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Tufted Puffin

Fratercula cirrhata ORDER: CHARADRIIFORMES FAMILY: ALCIDAE

IUCN Conservation Status: Least Concern

The Tufted Puffin is a seabird of the open waters, islands, and coastal cliffs of the north Pacific. It is larger than other puffin species and distinctive in appearance, with a bold white "face-mask" and golden head plumes in the breeding season.

At a GlanceHelp

Measurements
Both Sexes
Length
14.2–15.7 in
36–40 cm
Wingspan
29.1 in
74 cm
Weight
18.3–35.3 oz
520–1000 g
Other Names
  • Macareux huppé (French)

Cool Facts

  • The Tufted Puffin nests mostly in deep burrows that it digs into cliff edges and slopes. These burrows can be more than 1.5 meters (5 feet) deep.
  • The Tufted Puffin can capture and hold multiple small fish crosswise in its bill, routinely 5 to 20 fish at a time, for delivery to chicks at the nest. Adults eat their own food while still under water.
  • The oldest recorded Tufted Puffin was at least 6 years old when it was found in Alaska, the same state where it had been banded.

Habitat


Ocean

Breeds on coastal slopes in ground burrows, sometimes under boulders and piles of rocks, occasionally under dense vegetation. Winters at sea.

Food


Fish

Nesting

Nesting Facts
Condition at Hatching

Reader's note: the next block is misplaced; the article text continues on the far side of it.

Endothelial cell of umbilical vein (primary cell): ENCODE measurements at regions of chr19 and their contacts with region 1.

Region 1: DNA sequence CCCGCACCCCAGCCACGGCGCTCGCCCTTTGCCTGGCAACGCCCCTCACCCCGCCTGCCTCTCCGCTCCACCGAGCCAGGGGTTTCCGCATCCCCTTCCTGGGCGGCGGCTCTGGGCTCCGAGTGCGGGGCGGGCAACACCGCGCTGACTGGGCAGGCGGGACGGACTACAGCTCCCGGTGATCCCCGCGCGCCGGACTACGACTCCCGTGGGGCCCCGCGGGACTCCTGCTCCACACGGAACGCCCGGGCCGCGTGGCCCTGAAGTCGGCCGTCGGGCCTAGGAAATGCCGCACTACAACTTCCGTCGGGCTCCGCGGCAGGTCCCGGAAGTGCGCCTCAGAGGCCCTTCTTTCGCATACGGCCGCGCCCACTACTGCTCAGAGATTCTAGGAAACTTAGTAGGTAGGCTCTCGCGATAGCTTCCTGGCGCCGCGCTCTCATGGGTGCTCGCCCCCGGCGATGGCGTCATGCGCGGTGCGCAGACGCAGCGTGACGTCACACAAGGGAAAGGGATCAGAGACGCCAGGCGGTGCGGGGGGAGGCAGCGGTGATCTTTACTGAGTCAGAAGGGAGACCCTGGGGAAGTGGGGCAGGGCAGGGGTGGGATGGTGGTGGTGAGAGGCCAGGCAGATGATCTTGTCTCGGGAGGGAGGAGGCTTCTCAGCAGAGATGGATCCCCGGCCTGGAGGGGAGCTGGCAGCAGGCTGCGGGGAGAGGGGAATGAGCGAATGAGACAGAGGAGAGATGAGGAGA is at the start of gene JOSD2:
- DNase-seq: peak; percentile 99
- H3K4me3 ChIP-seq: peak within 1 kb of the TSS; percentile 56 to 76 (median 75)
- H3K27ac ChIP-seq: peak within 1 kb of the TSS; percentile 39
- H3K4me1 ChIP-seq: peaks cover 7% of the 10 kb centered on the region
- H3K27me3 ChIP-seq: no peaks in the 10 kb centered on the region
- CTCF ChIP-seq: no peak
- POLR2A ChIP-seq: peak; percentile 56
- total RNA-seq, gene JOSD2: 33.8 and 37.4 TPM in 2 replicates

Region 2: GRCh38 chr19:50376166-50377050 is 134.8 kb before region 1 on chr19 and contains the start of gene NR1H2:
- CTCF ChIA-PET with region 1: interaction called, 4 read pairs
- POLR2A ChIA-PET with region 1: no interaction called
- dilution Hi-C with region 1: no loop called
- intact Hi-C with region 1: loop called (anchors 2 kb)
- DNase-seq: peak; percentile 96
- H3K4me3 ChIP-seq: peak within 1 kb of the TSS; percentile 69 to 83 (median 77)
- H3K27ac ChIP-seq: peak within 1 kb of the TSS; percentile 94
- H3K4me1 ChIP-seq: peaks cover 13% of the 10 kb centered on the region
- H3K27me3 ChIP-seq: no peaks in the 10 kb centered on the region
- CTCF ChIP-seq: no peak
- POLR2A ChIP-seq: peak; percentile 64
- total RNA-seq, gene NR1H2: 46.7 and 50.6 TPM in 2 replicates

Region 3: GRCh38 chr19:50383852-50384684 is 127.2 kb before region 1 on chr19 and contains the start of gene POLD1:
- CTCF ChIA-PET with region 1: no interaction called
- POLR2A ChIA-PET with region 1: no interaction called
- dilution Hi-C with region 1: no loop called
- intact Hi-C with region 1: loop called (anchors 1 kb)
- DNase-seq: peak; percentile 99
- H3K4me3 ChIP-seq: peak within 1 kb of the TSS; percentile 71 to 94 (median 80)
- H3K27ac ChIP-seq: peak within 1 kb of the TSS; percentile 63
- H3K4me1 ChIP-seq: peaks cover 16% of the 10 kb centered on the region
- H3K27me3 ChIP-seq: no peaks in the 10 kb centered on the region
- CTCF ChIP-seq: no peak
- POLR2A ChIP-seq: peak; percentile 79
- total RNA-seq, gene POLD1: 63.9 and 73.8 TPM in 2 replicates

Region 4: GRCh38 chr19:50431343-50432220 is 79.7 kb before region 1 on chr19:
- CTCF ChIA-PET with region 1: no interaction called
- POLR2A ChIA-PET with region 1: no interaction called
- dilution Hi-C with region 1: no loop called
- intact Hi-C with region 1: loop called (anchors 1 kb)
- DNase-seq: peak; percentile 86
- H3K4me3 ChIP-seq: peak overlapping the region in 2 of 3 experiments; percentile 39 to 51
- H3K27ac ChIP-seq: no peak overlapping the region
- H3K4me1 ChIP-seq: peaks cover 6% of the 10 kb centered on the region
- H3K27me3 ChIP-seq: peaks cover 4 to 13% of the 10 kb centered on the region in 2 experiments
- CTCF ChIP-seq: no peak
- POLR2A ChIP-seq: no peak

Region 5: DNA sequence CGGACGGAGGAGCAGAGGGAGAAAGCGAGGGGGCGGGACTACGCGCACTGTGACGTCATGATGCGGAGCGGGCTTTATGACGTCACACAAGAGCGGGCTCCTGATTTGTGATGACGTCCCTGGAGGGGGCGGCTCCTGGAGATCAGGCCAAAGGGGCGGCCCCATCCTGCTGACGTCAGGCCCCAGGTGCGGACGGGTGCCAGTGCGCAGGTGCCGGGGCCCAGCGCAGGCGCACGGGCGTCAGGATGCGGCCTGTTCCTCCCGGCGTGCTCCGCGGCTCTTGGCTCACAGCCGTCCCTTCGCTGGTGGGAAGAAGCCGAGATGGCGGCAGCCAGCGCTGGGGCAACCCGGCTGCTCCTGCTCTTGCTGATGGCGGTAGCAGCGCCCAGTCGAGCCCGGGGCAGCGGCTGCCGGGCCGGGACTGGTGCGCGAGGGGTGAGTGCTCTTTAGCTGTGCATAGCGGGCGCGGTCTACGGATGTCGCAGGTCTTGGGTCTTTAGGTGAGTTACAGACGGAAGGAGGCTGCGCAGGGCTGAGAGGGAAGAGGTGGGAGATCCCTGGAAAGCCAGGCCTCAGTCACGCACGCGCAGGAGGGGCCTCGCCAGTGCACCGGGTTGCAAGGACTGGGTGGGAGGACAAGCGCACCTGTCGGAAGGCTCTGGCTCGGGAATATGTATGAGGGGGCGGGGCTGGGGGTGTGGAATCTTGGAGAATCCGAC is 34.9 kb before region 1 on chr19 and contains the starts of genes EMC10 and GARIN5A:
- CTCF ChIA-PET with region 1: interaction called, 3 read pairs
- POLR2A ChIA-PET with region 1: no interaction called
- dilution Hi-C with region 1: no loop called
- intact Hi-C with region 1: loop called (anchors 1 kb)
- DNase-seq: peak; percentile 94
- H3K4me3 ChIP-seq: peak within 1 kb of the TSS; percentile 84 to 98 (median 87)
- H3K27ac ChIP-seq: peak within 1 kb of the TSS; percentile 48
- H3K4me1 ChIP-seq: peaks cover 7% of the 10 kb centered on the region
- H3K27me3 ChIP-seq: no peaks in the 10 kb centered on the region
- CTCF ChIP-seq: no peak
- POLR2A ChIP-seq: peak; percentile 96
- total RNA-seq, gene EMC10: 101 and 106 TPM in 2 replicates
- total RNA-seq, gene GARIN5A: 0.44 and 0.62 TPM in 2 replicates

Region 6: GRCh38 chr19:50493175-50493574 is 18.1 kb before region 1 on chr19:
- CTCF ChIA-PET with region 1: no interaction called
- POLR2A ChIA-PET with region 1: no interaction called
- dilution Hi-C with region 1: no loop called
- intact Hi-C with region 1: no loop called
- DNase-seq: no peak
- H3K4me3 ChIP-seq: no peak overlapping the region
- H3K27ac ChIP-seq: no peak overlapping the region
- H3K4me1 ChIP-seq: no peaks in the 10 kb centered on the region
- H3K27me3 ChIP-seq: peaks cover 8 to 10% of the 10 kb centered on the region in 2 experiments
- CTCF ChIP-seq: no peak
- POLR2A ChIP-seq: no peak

Covered in down, can walk, but stays in nest.
Nest Placement

Burrow

Behavior


Surface Dive

Conservation

status via IUCN

Least Concern

There is not a lot of information on Tufted Puffin population trends.The North American Waterbird Conservation Plan estimates a continental breeding population of 2,750,000-3,000,000 birds, rates the species a 9 out of 20 on the Continental Concern Score, and lists it as a Species of Low Concern. Tufted Puffin is not on the 2014 State of the Birds Watch List. Bycatch in fishing nets killed tens of thousands of Tufted Puffins each year into the 1980s. The elimination of drift-nets on the high seas has reduced mortality, although bycatch in coastal fishing nets still kills large numbers of puffins. In addition, nesting Tufted Puffins are highly vulnerable to red and arctic foxes, river otters, brown bears, and other mammals. Such predators were once absent from most islands in the northeast Pacific, but were introduced in the 1800s and early 1900s. Where present, mammalian predators have devastated or eliminated Tufted Puffins from many islands, but programs to eradicate the introduced species have led to dramatic recovery of puffin populations.

Credits

Range Map Help

Tufted Puffin Range Map
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